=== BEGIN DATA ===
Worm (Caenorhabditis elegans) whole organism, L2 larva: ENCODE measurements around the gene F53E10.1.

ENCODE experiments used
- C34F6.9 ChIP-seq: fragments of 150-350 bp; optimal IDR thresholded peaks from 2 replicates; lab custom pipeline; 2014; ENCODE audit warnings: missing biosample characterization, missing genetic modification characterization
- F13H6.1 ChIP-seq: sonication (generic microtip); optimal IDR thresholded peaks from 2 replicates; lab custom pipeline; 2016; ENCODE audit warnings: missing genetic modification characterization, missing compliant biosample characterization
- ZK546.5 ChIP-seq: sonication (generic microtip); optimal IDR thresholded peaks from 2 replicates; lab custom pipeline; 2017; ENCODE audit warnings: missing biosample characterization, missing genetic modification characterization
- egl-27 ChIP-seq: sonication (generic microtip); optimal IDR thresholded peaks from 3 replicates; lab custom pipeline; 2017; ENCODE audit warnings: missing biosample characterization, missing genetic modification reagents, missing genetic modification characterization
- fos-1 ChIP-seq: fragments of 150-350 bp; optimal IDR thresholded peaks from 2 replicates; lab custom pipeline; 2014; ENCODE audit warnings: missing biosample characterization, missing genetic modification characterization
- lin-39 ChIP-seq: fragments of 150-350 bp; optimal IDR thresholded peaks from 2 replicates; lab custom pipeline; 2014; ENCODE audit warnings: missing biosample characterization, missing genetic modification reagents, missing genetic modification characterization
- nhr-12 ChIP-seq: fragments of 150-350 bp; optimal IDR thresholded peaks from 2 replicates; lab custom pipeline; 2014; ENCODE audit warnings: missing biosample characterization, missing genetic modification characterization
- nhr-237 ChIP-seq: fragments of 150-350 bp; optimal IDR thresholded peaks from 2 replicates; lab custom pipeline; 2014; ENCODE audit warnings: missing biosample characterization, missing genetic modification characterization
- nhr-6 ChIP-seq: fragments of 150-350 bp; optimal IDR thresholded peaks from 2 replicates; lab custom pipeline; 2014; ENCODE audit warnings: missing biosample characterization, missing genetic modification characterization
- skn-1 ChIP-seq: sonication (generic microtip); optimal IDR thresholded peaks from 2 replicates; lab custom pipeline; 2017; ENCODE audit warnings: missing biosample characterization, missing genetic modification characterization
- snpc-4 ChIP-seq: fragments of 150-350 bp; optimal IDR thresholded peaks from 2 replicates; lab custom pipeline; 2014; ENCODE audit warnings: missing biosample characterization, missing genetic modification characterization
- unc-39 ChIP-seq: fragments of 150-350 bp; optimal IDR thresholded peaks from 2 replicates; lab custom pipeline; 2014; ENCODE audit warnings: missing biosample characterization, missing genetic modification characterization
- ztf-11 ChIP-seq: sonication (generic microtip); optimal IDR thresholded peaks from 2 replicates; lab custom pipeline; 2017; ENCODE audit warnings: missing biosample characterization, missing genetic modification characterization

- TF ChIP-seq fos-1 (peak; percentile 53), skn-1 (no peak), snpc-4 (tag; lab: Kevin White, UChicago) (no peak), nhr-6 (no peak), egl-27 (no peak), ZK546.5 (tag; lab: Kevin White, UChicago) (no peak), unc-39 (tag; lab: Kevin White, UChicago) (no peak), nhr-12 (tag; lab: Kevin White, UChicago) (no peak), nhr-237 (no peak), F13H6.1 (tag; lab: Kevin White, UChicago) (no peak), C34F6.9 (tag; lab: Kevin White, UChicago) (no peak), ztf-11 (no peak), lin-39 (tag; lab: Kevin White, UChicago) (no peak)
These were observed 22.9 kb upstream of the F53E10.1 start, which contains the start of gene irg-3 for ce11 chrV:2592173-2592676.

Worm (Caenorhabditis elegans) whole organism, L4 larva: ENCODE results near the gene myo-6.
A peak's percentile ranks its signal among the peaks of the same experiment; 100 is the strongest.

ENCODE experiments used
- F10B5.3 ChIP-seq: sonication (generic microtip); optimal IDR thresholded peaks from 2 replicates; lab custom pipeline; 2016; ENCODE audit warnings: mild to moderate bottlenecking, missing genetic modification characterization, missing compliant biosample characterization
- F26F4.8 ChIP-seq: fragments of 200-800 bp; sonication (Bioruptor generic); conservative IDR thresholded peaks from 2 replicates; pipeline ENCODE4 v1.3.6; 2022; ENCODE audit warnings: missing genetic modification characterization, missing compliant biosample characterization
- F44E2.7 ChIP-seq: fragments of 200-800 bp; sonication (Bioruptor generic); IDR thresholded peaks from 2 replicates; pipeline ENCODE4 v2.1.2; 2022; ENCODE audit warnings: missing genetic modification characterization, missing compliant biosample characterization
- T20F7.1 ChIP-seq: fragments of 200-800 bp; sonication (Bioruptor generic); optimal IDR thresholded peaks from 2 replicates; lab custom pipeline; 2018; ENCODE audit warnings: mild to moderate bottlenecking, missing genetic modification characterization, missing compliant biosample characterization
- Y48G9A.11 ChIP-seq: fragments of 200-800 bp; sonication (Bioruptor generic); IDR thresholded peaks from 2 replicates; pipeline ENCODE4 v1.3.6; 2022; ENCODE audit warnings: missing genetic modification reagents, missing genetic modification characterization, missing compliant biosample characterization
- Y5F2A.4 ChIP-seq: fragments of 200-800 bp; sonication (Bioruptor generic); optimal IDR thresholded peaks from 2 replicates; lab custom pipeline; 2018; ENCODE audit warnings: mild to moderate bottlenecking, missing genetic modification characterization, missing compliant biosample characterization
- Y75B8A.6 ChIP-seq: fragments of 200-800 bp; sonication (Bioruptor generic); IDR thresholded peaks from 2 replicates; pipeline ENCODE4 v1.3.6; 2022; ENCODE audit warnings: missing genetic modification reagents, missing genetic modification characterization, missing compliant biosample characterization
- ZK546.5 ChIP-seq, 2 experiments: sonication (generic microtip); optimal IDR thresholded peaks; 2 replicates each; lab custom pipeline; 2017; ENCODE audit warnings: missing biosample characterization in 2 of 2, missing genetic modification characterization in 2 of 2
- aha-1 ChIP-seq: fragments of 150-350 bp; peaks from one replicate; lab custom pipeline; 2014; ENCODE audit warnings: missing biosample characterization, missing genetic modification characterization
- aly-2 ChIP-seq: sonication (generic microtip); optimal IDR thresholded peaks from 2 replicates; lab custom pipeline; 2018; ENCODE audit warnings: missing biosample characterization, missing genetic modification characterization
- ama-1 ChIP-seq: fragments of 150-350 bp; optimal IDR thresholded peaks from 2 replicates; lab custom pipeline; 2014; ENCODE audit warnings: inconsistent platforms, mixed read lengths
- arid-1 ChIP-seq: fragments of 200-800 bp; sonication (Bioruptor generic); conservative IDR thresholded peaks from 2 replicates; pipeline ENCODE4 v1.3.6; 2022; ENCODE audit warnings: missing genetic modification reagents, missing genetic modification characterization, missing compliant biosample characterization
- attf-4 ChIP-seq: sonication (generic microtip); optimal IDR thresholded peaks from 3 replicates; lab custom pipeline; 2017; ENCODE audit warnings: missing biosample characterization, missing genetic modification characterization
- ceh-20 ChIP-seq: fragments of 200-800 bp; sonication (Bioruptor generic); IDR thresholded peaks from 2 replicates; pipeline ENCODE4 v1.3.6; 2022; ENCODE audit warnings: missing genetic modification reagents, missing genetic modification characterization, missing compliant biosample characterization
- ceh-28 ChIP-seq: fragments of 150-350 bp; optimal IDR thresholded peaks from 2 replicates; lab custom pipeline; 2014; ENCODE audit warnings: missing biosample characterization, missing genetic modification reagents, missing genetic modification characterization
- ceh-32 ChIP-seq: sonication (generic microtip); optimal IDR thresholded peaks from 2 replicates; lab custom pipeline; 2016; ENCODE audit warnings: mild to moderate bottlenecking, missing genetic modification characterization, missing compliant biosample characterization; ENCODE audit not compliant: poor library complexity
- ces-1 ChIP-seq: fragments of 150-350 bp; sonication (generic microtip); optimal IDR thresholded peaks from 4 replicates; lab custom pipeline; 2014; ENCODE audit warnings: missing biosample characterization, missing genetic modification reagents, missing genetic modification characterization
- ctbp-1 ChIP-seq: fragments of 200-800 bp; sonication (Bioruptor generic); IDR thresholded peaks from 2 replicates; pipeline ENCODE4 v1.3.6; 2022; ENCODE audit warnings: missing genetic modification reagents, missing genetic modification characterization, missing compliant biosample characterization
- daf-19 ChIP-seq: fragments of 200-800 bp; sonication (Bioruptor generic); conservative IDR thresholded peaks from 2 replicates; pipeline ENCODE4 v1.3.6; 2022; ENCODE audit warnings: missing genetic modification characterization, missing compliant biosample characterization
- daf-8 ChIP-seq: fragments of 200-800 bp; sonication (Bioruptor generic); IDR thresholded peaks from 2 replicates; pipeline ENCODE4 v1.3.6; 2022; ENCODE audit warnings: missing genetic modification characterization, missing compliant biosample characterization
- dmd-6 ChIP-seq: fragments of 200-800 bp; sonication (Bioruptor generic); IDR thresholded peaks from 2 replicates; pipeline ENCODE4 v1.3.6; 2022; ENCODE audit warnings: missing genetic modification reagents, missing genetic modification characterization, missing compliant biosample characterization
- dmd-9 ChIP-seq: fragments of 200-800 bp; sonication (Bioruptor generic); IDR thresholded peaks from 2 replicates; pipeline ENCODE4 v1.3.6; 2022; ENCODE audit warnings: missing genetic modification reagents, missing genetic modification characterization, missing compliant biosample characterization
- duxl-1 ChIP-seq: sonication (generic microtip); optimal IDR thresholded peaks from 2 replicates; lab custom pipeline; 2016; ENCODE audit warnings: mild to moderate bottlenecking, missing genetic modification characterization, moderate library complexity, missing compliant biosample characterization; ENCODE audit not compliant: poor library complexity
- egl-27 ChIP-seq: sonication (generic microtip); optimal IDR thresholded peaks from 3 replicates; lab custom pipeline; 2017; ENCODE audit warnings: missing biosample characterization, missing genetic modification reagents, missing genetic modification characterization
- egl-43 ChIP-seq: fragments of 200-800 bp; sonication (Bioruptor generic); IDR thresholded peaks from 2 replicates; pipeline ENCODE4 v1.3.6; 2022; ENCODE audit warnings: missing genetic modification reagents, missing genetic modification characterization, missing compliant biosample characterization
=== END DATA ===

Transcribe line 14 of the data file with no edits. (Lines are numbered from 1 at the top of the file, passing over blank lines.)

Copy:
- unc-39 ChIP-seq: fragments of 150-350 bp; optimal IDR thresholded peaks from 2 replicates; lab custom pipeline; 2014; ENCODE audit warnings: missing biosample characterization, missing genetic modification characterization